"When we were starting out, we weren't thinking anything. It was just, 'Wouldn't it be great if we could start a band, or write a song, or get a show.' Those things develop over time. The main thing was that I didn't want to be everyone else. Now it seems like everybody WANTS to be like everybody else. They wear their influences on their sleeves. We didn't, it was like 'I like this and that, let's put it all together.' The goal was to create a sound that didn't exist."

Rob Zombie - Dragula

So how much of your sound is down to your singing voice and how much to production?

"The funny thing is that, especially back in the day with White Zombie, we were so naive that when we finally went to make our first Geffen record, I would go in there do one track, no effects - and that was it. I didn't even double-track the vocals because I literally didn't know that people did that. I had no idea. I just thought, 'OK, we'll set up like we're playing a live show and mic the equipment.' That was how we made records and that's kind of good. Most people know too much now!"

Finally, you're heading over for Download festival this June. How much of the show will we be getting?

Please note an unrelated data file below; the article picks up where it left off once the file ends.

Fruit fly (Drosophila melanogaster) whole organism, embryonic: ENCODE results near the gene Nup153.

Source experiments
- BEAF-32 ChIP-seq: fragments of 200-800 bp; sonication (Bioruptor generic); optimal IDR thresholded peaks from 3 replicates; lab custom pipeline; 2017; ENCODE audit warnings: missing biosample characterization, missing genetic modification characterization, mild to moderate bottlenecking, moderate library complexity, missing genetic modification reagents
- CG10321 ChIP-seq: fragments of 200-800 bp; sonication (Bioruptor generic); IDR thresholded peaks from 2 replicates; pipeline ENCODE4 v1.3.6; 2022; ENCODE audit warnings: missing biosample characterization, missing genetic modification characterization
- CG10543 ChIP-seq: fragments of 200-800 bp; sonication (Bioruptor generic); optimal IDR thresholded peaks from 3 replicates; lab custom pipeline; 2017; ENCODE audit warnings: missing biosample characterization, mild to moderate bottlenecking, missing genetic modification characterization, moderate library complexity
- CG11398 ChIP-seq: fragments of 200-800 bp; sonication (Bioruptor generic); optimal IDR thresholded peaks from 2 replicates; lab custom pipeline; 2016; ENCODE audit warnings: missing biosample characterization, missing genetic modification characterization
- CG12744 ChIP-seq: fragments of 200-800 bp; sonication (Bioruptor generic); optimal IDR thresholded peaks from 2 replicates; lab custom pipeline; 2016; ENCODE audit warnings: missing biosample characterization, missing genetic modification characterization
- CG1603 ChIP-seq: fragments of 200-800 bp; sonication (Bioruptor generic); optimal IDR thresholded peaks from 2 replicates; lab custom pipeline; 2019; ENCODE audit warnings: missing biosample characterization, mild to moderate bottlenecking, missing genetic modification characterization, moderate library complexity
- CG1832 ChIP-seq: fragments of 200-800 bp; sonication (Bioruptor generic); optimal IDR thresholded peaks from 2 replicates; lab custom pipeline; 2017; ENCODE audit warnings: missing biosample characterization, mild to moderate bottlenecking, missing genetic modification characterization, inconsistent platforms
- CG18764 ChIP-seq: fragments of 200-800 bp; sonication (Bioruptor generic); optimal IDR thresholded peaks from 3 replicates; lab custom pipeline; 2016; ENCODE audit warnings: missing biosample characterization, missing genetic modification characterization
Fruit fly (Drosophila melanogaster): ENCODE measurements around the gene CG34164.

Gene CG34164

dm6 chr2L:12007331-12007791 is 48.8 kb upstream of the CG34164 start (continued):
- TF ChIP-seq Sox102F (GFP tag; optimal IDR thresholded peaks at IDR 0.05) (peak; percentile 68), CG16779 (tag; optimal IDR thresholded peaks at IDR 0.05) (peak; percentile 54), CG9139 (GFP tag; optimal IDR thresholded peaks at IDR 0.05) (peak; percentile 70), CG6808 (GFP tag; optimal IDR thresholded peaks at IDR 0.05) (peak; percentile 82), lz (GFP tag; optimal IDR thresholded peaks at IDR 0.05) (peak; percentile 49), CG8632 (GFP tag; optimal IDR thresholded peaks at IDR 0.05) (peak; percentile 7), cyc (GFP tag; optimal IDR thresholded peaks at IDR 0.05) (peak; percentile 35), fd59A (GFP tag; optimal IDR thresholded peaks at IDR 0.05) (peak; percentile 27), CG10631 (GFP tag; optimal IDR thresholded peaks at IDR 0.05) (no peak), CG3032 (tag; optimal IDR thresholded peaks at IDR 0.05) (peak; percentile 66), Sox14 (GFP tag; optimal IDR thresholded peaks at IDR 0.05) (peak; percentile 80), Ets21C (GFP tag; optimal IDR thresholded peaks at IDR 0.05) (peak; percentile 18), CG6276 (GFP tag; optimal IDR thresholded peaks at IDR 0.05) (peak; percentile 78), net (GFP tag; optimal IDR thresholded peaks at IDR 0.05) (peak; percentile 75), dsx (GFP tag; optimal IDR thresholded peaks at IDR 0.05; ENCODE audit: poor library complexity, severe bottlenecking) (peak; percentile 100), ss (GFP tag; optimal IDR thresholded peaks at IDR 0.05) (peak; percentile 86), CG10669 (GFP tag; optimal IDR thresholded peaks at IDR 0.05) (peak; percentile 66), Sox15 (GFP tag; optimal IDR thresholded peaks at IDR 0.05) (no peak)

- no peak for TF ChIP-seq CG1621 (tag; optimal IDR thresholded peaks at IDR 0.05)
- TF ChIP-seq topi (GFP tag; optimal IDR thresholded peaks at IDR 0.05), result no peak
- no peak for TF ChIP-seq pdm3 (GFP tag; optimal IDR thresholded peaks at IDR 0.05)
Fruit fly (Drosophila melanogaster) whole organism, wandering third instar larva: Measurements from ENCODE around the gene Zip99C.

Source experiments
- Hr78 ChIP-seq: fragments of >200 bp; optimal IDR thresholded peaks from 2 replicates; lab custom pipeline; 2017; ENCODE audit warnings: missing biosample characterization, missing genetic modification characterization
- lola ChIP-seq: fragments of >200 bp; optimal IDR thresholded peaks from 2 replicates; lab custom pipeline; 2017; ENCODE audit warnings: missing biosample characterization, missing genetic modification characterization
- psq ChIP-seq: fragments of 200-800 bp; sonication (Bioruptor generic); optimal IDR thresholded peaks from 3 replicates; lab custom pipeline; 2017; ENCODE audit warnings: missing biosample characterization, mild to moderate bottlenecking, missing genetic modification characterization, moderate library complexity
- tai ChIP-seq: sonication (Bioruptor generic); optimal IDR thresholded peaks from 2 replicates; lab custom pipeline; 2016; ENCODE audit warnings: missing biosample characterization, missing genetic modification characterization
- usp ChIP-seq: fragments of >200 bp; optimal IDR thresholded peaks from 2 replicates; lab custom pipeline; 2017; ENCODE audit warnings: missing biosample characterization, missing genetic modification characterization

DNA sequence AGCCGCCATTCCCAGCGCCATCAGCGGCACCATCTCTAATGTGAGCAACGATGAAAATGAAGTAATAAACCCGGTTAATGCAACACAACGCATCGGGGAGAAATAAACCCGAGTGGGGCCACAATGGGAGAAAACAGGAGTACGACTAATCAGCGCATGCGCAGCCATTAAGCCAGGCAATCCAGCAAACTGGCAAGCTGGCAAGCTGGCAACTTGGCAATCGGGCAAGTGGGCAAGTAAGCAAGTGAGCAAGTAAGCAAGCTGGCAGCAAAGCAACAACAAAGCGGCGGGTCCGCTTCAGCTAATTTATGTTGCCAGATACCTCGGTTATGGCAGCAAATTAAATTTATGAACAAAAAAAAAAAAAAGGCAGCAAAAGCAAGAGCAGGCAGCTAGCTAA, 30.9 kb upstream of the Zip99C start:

"We were there two/three years ago and we did a pretty big show, so we want to come back with something different, but we haven't figured it out yet. We always want to do everything, but boy is it a bitch getting it over there. It's going to be awesome, no matter what, but if there's something we don't have that you've seen pictures of, it means it got broke in shipping!"

Rob Zombie's first concert film, The Zombie Horror Picture Show, is released on 19 May. He plays Download festival on 13 June. Head to the official Rob Zombie website for more information.

Matt Parker

Matt is a freelance journalist who has spent the last decade interviewing musicians for the likes of Total Guitar, Guitarist, Guitar World, MusicRadar,, DJ Mag and Electronic Sound. In 2020, he launched, which aims to share the ideas that make creative lifestyles more sustainable. He plays guitar, but should not be allowed near your delay pedals.